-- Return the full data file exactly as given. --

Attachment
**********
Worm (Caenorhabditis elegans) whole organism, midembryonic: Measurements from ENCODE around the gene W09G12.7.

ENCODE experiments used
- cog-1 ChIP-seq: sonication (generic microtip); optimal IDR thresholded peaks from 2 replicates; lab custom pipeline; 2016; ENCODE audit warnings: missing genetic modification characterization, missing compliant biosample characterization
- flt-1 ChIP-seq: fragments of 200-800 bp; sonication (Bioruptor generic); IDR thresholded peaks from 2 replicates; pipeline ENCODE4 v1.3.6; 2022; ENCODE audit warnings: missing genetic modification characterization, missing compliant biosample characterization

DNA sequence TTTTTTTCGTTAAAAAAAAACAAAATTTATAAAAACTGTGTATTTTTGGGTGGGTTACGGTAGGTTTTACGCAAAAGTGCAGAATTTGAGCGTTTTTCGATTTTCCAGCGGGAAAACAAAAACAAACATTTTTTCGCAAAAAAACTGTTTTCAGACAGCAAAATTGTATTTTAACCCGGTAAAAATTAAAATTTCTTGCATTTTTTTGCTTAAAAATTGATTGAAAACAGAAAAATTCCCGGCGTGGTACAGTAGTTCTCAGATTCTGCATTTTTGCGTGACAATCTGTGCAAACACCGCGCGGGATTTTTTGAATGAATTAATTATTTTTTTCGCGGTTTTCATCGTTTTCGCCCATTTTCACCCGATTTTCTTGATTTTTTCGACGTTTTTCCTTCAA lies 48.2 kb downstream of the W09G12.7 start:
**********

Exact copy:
Worm (Caenorhabditis elegans) whole organism, midembryonic: Measurements from ENCODE around the gene W09G12.7.

ENCODE experiments used
- cog-1 ChIP-seq: sonication (generic microtip); optimal IDR thresholded peaks from 2 replicates; lab custom pipeline; 2016; ENCODE audit warnings: missing genetic modification characterization, missing compliant biosample characterization
- flt-1 ChIP-seq: fragments of 200-800 bp; sonication (Bioruptor generic); IDR thresholded peaks from 2 replicates; pipeline ENCODE4 v1.3.6; 2022; ENCODE audit warnings: missing genetic modification characterization, missing compliant biosample characterization

DNA sequence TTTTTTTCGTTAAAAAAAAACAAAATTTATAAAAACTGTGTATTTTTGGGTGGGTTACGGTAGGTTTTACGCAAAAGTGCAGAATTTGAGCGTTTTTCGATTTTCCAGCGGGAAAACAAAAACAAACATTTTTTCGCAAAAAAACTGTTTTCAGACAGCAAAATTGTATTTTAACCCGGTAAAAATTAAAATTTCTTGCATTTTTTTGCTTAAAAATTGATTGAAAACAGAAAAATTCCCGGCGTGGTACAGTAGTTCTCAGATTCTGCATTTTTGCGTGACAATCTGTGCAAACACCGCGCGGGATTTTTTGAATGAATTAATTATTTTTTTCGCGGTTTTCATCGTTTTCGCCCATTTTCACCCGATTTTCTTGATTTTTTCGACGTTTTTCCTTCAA lies 48.2 kb downstream of the W09G12.7 start: